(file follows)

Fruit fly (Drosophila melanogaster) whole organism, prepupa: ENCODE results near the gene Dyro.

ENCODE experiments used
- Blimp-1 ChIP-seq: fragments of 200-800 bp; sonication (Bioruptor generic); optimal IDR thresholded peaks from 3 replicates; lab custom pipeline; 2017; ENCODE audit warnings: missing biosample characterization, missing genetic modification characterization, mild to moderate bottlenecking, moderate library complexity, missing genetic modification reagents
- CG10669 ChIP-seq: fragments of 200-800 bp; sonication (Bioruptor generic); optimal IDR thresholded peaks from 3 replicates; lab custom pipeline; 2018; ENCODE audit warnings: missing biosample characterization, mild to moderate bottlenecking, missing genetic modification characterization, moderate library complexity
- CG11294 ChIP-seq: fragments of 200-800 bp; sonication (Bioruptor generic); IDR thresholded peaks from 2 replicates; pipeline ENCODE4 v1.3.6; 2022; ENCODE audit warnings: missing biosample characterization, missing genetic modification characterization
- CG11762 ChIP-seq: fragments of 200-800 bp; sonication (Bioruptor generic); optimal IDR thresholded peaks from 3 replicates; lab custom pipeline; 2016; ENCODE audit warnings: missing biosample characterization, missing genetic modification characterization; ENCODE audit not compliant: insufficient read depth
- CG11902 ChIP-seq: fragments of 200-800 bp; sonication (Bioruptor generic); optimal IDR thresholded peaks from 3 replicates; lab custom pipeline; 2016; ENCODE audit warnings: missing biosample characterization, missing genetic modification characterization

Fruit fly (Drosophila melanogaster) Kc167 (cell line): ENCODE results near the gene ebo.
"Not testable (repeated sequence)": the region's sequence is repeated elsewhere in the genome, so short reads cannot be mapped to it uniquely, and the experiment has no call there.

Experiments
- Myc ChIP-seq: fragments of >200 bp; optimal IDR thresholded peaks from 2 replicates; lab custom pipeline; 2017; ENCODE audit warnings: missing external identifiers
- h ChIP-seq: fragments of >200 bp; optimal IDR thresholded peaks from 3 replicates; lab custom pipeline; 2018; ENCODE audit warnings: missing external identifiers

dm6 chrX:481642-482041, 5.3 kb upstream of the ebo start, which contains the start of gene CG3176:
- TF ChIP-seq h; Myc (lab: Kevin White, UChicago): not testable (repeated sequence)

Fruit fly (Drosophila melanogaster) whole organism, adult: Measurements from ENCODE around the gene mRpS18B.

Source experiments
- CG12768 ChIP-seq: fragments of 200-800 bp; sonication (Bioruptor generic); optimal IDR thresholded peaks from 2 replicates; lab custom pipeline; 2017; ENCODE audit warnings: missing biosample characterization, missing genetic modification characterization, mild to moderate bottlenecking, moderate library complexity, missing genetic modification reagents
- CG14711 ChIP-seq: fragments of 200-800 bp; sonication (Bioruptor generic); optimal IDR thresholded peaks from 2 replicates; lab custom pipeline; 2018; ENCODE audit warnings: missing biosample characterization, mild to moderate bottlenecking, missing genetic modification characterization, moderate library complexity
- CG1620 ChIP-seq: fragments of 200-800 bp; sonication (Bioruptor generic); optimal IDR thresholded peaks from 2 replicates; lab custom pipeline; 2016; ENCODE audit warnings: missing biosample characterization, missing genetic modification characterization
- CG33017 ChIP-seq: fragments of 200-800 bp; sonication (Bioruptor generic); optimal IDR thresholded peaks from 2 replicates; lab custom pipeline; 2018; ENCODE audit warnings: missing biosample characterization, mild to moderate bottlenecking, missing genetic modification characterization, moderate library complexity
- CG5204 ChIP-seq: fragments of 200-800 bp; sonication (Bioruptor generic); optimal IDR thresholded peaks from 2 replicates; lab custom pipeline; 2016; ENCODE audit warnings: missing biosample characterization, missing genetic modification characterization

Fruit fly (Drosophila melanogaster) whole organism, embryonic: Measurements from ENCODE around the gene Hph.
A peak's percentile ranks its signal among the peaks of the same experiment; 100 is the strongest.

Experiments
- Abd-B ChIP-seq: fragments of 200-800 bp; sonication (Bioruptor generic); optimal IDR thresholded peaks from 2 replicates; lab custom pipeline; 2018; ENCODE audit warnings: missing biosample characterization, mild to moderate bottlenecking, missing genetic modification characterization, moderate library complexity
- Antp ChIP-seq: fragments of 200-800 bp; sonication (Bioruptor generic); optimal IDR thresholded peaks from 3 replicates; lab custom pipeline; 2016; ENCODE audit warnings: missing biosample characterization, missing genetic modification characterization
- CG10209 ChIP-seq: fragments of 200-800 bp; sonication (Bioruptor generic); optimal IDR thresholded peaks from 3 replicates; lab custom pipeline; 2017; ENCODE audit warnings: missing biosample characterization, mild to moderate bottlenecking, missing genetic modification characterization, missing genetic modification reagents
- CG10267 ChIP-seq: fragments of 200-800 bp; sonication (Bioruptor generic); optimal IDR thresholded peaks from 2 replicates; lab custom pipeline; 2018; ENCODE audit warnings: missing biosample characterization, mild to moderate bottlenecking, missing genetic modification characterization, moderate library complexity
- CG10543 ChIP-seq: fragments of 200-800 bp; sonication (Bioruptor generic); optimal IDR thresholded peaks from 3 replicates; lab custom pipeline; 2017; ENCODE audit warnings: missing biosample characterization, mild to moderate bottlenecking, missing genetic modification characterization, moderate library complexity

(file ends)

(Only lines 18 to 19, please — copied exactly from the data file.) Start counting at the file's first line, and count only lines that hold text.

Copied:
- CG14711 ChIP-seq: fragments of 200-800 bp; sonication (Bioruptor generic); optimal IDR thresholded peaks from 2 replicates; lab custom pipeline; 2018; ENCODE audit warnings: missing biosample characterization, mild to moderate bottlenecking, missing genetic modification characterization, moderate library complexity
- CG1620 ChIP-seq: fragments of 200-800 bp; sonication (Bioruptor generic); optimal IDR thresholded peaks from 2 replicates; lab custom pipeline; 2016; ENCODE audit warnings: missing biosample characterization, missing genetic modification characterization